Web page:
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Venezuela Exposes How U.S.-Imposed Economic Sanctions Block Vaccines

Venezuela Exposes How U.S.-Imposed Economic Sanctions Block Vaccines

Venezuela has finally been able to make the down payment required for developing countries to begin to receive their allocations of COVID-19 vaccines from the international COVAX facility, Vice President Delcy Rodríguez announced on April 9. But Rodriguez reported that the government was only able to do so through elaborate maneuvers to secure Swiss francs for the purchase. President Nicolas Maduro explained the next day, that Venezuela could only do this by “liberating some resources which had been kidnapped by the U.S. and deposited in Swiss francs, because if it had been done in dollars, the U.S. Federal Reserve would have stolen it.”

That Venezuela was forced to go through such maneuvers to be able to purchase vaccines, exposes the lie by successive United States administrations, that U.S. economic sanctions do not affect humanitarian aid or the people of the dozens of nations on which sanctions have been imposed. Neither the President or Vice President gave any details, but Maduro said “at the right time,” people will find out how they had freed up a tiny portion of the country’s own reserves to make the needed payment to COVAX. (The 59.2 million Swiss francs paid equal a little over half of the $120 million cost of nearly 11.4 million vaccine doses.)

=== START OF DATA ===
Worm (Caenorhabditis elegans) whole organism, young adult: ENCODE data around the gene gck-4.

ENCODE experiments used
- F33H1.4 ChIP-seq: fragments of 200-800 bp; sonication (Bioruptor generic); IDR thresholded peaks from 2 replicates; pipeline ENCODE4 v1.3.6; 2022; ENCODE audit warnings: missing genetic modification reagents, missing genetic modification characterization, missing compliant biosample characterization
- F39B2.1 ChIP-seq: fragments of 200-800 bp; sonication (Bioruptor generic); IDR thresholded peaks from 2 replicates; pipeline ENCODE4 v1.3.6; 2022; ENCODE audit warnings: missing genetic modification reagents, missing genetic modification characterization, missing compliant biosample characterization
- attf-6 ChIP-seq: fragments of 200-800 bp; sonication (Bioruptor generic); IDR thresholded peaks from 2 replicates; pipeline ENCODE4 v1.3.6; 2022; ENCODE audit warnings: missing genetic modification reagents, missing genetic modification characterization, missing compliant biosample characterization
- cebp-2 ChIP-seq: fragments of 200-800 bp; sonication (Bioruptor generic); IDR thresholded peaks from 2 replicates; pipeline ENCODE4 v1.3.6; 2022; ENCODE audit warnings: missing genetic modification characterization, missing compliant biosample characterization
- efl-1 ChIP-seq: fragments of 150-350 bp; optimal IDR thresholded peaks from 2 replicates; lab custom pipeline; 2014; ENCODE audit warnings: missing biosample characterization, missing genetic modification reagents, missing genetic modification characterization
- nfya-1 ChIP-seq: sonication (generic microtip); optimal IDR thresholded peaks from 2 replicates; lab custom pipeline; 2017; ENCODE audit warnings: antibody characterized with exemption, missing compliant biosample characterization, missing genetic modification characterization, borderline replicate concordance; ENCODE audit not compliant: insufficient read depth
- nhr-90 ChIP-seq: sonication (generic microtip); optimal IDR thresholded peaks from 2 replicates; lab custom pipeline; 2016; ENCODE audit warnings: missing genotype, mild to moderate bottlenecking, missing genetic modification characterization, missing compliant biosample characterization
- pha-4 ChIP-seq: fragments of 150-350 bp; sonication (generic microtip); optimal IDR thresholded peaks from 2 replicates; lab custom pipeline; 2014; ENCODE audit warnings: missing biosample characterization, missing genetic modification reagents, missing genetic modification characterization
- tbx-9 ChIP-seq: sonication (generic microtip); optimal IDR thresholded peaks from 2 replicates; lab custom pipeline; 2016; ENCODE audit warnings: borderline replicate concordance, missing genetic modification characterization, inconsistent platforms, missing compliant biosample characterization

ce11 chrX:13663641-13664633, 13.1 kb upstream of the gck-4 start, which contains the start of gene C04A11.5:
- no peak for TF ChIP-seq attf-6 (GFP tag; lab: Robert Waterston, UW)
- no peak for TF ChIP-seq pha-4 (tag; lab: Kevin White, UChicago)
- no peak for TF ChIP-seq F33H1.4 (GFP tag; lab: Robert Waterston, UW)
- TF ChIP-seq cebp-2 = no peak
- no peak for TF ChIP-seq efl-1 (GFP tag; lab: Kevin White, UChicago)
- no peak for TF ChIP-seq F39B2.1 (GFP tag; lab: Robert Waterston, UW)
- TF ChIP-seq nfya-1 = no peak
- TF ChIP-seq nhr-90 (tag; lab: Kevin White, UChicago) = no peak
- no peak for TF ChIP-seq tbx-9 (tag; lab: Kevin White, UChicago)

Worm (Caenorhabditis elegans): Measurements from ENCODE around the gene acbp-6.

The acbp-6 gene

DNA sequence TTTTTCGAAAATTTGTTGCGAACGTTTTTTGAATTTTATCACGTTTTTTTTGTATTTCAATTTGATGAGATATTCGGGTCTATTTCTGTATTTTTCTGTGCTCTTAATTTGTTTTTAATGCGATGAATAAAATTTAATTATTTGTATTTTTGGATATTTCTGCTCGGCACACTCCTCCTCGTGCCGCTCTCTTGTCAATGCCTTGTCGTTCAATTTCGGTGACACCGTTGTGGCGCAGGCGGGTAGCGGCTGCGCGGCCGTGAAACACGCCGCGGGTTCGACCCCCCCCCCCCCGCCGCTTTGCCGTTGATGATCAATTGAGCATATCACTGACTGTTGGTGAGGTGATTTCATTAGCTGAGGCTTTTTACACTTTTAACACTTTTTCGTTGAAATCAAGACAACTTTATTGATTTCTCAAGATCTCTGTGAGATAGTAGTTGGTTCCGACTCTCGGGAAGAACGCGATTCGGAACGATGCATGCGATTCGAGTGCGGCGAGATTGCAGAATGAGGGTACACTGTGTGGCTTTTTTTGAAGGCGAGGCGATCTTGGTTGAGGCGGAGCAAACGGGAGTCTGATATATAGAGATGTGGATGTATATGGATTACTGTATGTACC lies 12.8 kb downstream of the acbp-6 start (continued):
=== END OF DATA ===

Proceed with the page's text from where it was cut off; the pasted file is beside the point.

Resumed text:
Led by Mike Pompeo and John Bolton, the Trump administration enacted sanctions against Venezuela which are nothing less than an economic blockade, a blockade which Biden’s Secretary of State Tony Blinken has reaffirmed. Under the sanctions, Venezuela’s foreign reserves held abroad have been seized by the Federal Reserve, Bank of England, and other banks. At the same time, Venezuela is prohibited from selling its oil on international markets—a measure enforced by U.S. navy gunboats as well as legal threats—thus shutting down its primary means of earning new dollars to cover vital imports, including food, medicines—and vaccines.

President Nicolas Maduro reported on April 10th that a great diplomatic and legal effort had been required to access enough of Venezuelan government funds which had been “kidnapped by the Federal Reserve” under the “criminal financial sanctions” to make the payment. The Biden administration had refused the government’s appeal for some of its frozen reserves to be released for the Venezuelan government to purchase vaccines, driving Maduro to even offer “oil for vaccines” on March 29—although, that, too, would be “illegal” under U.S. sanctions.

Venezuela is one of the South American countries where the coronavirus is surging right now, and particularly the Brazilian variant, yet until now, the only vaccine commitments the government has been able to line up were for Russia’s Sputnik V and EpivacCorona (for which payment arrangements were made), China’s Sinopharm (donated), and Cuba’s yet-to-be approved Abdala.

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